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  Castaway His Girl FridayBuy this film here.
Year: 1986
Director: Nicolas Roeg
Stars: Oliver Reed, Amanda Donohoe, Georgina Hale, Frances Barber, Tony Rickards, Todd Rippon, John Sessions, Virginia Hey, Sorel Johnson, Len Peihopa, Paul Reynolds, Sean Hamilton, Sarah Harper, Richard Johnson
Genre: Drama, Biopic
Rating:  6 (from 2 votes)
Review: In 1980, the middle-aged publisher Gerald Kingsland (Oliver Reed) placed an advertisement in a London listings magazine for a companion, but not just any old companion, he wanted someone to accompany him on his latest excursion. He hoped not only to get a book out of it, but also to have the holiday of a lifetime: a year deliberately stranded on a tropical island, the both of them, alone and fending for themselves off the resources they found there in the manner of one of Gerald's literary heroes, Robinson Crusoe. He had a reply from Lucy Irvine (Amanda Donohoe), who was bored...

Bored enough to leave behind her drab life in London and embrace the life of an island dweller in the South Seas, a place called Tuin, where she could find herself and draw on her skills to embark on a unique experience. Irvine was a real life person and this was based on her bestselling memoir of her early eighties existence as the castaway of the title, not be mistaken for the later, more famous Tom Hanks film Cast Away (note the space halfway through the name of that one to distinguish them). Certainly for those who liked to watch late night television, the sight of Ollie and Amanda wandering about the beach would be a familiar sight.

Though that was mainly down to the pulchritude of Amanda rather than her co-star, as she spent most of the film once they had reached their exotic destination either nude or semi-nude, making this a top movie for the excuse of watching it because there was nothing else on, oh it's not very good, but I'll just see it to the end, I'm not doing anything else at this time in the evening, and other such bluffs people tell themselves. Surprisingly for some at the time this was a Nicolas Roeg film made for Cannon during their British investment phase, for while he had not shied away from the sexual element in his work before, in this case the general reaction was that it was the merest step up from a softcore skinflick.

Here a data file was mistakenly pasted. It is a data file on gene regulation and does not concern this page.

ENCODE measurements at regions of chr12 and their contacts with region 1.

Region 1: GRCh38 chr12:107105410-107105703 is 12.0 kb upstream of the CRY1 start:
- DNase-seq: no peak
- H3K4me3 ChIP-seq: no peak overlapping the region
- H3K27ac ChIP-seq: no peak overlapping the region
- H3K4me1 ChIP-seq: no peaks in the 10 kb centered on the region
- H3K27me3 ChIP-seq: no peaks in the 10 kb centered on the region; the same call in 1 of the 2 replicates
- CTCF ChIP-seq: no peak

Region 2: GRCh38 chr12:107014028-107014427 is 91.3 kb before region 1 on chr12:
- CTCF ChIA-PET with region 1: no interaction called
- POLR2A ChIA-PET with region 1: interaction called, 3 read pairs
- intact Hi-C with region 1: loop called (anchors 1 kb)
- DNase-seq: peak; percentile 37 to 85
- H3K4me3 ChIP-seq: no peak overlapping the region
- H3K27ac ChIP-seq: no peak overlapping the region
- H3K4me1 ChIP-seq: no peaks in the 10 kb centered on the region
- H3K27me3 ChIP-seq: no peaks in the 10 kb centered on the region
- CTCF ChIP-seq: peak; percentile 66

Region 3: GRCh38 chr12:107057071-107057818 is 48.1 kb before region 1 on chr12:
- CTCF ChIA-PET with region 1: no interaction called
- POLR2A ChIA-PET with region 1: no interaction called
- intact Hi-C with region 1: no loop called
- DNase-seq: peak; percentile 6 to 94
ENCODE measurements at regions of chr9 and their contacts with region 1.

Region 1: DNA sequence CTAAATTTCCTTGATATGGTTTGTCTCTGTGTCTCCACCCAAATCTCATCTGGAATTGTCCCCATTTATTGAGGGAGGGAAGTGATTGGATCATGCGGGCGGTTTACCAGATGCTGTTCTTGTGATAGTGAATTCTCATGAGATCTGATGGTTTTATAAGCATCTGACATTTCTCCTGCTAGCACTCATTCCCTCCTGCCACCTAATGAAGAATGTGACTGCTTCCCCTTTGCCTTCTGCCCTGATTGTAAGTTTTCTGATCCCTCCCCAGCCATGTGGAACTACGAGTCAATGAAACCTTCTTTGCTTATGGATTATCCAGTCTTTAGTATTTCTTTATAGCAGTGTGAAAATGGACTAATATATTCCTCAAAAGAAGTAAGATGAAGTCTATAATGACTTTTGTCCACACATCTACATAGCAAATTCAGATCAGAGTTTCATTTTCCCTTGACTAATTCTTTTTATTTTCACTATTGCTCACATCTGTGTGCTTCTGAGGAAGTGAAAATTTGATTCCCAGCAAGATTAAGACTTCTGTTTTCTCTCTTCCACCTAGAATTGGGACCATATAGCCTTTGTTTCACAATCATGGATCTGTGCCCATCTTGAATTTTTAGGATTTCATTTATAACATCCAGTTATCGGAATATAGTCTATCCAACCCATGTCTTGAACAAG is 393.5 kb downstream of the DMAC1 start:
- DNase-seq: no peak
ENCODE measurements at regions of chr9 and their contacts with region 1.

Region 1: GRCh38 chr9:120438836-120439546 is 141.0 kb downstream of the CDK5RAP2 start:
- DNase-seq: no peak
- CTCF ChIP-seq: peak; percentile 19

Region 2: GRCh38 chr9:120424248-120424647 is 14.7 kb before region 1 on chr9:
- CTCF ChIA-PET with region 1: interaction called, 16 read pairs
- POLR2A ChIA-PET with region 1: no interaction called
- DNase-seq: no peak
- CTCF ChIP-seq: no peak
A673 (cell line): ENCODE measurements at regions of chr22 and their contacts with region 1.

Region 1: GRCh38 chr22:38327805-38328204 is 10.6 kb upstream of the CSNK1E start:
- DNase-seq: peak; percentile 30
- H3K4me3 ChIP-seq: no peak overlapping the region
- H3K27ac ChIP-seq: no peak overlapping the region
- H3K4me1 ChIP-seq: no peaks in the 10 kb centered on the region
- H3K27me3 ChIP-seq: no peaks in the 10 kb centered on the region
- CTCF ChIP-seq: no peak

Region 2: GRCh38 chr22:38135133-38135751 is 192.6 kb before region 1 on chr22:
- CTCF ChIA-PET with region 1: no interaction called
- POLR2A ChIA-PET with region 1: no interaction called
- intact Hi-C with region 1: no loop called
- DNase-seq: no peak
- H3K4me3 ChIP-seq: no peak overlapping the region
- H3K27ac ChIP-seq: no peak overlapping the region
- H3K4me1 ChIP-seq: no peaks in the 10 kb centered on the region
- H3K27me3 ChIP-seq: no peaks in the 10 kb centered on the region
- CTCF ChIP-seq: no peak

That in spite of the Lucy character refusing to have sex with Gerald for pretty much the whole film, and that being an important plot point to underline the far older man's frustration at being so near and yet so far to the object of his desire. They had been forced to get married so the local authorities were not scandalised by the possibility of relations between an unmarried couple occuring, but judging by Lucy's behaviour they had nothing to worry about. What those two should have been worrying about was how pitifully unprepared they had been for living in this situation, and malnutrition fast became the main issue.

Not that they were able to acknowledge their deteriorating bodies, which Roeg depicted in an interesting way, showing us the actors as normal - how the characters saw each other - and then inserted shots of how they actually were - dangerously thin and ill-looking. After a while, although Lucy came across as the more capable, it was the desire to see her companion made a fool of that seemed to be the overwhelming impetus for the story, with Reed apparently playing himself, or as the image he would like to project: man's man, chauvinist, randy, cheeky, all those roguish things. Once they had been established, they were dismantled in the face of his inaction, poor grounding in survival techniques, and refusal to admit he was out of his depth. So yes, there was the lovely scenery and Donohoe in the buff, but also a more serious questioning of how pampered the modern Westerner had been and just how much we need other people around if we want to get by. Music by Stanley Myers.
Reviewer: Graeme Clark

 

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Nicolas Roeg  (1928 - )

An acclaimed British cinematographer on sixties films such as Dr Crippen, Masque of the Red Death, Fahrenheit 451, Petulia and Far From the Madding Crowd, Roeg turned co-director with Performance. The seventies were a golden age for Roeg's experimental approach, offering up Walkabout, Don't Look Now, The Man Who Fell To Earth and Bad Timing, but by the eighties his fractured style fell out of favour with Eureka, Insignificance and Track 29. The Witches was an unexpected children's film, but the 1990s and beyond saw him working mostly in television.

 
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